Let’s talk about Sexual Harassment

Sexual harassment is any form of unwanted or unwelcome sexual behaviour or attention that makes a person feel offended, intimidated or humiliated. Sexual harassment can be in person or online and can happen to anyone.

Sexual harassment is against the law as detailed in the Sex Discrimination Act 1984 and encompasses sexual harassment at educational institutions between students and between students and staff.
Sexual harassment can look like a lot of different things and may not always be obvious. Sometimes a person may unintentionally act in a way that another may consider sexual harassment, however, this does not make it okay. Some examples of sexual harassment include:

In person

  • Touching, grabbing or making other physical contact without consent.
  • Leering or staring
  • Making unwanted requests for dates or sex
  • Making sexualised comments or jokes
  • Making sexual gestures or suggestive body movements towards another person
  • Intrusive questions about a person private life or body
  • unnecessary familiarity (deliberately brushing against somebody)


  • Texting or emailing sexually explicit content
  • Making obscene phone calls
  • Placing sexually explicit content on social media
  • Leaving sexual comments on somebody’s social media posts.
  • Showing pornographic content

51% of Australian university students experienced sexual harassment in 2015-2016, and 45% of those students knew some or all of the perpetrators.

1 in 5 People Have/will be a victim of revenge porn

Australian eSafety Commissioner www.esafety.gov.au

Sexual harassment can have many negative consequences and may severely impact a person’s life in both the short and long term. Some of these consequences may include:


  • Stress
  • Headaches
  • Sleeping problems
  • Lack of concentration


  • Fear
  • Social isolation
  • Depression
  • Anxiety


  • Loss of self-esteem
  • Lack of confidence
  • Paranoia and nervousness
  • Problems with self-image

Keeping Safe

Be aware of your environment
Different environments can carry different risk levels with some situations being more known for sexual harassment behaviour. Be aware of your own actions as well as keeping safe in environments such as:

  • Bars and clubs
  • Chat rooms
  • Online dating websites
  • Social media

What to do

If you are being sexually harassed or feeling unsafe on campus there are various options. 

  • If it happens in one of the on-campus bars – tell security or bar staff so they can have the person removed.
  • If it happens within a learning environment – talk to the staff member who is running the workshop/lecture/practical, talk to QUT Equity Harassment and Discrimination Advisors or call campus security.
  • Report the incident to the police.
  • If you learn there is a photo of you posted online without your permission, you can do something about it: (A) If it has been posted on social media, you can contact the relevant website and ask to have it removed, and (B) contact the Office of the E-Safety Commissioner or the police to report the matter. It’s easy to feel embarrassed and ashamed if this happens to you, but know that it is not your fault.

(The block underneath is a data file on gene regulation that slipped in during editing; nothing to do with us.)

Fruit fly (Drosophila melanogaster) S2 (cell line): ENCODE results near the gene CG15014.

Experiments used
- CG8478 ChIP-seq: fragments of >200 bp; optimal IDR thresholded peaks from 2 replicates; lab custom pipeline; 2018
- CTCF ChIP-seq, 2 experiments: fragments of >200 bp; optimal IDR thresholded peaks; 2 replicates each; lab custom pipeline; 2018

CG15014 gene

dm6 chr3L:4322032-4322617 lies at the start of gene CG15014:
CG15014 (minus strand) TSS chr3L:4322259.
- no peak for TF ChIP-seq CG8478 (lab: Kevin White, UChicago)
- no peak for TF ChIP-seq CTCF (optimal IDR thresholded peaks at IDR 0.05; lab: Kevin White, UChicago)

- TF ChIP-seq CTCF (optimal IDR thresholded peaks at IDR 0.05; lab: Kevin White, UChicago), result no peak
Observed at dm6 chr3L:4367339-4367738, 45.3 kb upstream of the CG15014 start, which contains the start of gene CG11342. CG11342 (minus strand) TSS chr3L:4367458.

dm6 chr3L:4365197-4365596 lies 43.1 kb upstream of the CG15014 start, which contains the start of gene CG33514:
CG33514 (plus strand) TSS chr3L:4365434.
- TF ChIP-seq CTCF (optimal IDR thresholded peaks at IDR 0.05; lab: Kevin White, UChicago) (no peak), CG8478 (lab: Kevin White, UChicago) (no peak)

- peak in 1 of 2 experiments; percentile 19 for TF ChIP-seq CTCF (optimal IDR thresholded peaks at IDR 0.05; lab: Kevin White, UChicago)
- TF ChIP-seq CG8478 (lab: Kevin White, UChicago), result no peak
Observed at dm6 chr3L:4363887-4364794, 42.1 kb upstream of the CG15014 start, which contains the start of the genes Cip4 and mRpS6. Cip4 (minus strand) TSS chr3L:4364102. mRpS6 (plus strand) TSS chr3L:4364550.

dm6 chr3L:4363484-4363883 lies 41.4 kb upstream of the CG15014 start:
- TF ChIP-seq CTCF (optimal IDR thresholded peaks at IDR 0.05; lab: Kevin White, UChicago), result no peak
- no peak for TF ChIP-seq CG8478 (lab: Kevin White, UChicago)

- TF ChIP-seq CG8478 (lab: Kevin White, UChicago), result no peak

• While there are no specific laws (as yet) protecting you against online harassment on dating platforms, most apps and websites have their own reporting protocol in place to deal with fake accounts, harassment and online bullying. Get to know the inner workings of your app of choice and how the reporting feature works. In situations where you feel your welfare is in danger (1) take screenshots of the conversation, and (2) call the police directly.
  • There are new systems in place so social media companies will be financially liable if they do not take down reported posts containing bullying, harassing, or sexually explicit material. So if you see any posts which make you uncomfortable or have any hostile posts directed at you, please report the posts to the social media platform they appear on.  

Finding support

Experiencing sexual harassment is not something to be embarrassed by and is not your fault. It can help to talk to somebody just to be heard and who can go through what options are available to you. If you are in immediate danger call the police on 000 and if you are on campus you can also call  QUT Security on 3135 8888 or use the Emergency Help button on the QUT SafeZone App.

The University has Harassment and Discrimination Advisors who sit within Student Services and are trained to listen to you, ensure your safety, put in any academic support you may need, be guided by what you want to do next, and connect you with any counselling or external support services as required.

The University’s Student Services department also has a free Counselling service that may also be of assistance to you, including support for any wellbeing and health concerns. You only need to save one phone number in you phone and go to one place for support from our Harassment and Discrimination Adviser, counsellors, mental health nurse. This way you can get the advice, support or referral to other services in one place. If you or a friend you're referring to support requires an interpreter, this can be arranged upon request. 


Immediate support in emergencies

Police - 000

QUT Security - 3138 8888

QUT support services

Equity Harassment and Discrimination Advisors - 3138 2019 - discriminationadvisor@qut.edu.au

QUT free counselling service - 3138 2019 - student.counselling@qut.edu.au

Or make an appointment online 

Use the online reporting form

Security can escort you around campus if you feel unsafe. Give them a call on 3138 5585 or download the SafeZone app.

Read more about:

Being an Active Bystander

Helping Others



Online Abuse

Sexual Assault